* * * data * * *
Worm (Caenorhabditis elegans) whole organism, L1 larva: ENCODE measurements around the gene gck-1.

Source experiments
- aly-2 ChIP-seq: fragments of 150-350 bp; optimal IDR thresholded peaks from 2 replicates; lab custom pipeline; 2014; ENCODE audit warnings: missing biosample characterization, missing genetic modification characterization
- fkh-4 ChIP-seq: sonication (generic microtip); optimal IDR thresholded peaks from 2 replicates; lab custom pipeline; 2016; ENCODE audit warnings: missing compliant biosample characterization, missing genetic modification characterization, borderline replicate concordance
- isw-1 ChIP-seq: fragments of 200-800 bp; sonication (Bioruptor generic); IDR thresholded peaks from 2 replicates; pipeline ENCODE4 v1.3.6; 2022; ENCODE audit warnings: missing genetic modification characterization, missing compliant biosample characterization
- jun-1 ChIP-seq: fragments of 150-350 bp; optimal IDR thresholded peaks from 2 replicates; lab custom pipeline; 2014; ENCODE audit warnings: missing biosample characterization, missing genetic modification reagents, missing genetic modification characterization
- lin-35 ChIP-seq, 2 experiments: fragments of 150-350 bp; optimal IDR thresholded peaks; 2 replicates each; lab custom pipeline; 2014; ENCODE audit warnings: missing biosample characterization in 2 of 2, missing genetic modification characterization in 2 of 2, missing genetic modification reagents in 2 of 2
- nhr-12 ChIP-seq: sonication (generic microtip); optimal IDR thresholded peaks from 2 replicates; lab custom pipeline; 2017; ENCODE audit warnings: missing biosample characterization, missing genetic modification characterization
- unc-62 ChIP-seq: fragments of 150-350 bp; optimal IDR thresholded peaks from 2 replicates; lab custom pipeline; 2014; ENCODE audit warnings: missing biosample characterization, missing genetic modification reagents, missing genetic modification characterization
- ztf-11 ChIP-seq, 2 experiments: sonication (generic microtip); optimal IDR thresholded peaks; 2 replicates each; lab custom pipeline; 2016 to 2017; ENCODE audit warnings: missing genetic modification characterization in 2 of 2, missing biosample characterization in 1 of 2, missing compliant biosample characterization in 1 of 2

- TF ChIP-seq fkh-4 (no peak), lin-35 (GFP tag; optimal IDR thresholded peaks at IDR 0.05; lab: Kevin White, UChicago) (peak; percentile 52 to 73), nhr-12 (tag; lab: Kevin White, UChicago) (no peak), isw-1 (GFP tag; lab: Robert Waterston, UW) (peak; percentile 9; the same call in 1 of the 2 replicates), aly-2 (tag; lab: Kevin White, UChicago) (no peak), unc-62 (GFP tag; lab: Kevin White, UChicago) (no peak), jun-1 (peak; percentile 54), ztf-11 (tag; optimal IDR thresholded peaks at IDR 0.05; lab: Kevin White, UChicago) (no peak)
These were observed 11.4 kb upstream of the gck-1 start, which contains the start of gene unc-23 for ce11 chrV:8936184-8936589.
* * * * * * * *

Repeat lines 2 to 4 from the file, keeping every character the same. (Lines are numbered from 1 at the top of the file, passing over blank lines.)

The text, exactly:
Source experiments
- aly-2 ChIP-seq: fragments of 150-350 bp; optimal IDR thresholded peaks from 2 replicates; lab custom pipeline; 2014; ENCODE audit warnings: missing biosample characterization, missing genetic modification characterization
- fkh-4 ChIP-seq: sonication (generic microtip); optimal IDR thresholded peaks from 2 replicates; lab custom pipeline; 2016; ENCODE audit warnings: missing compliant biosample characterization, missing genetic modification characterization, borderline replicate concordance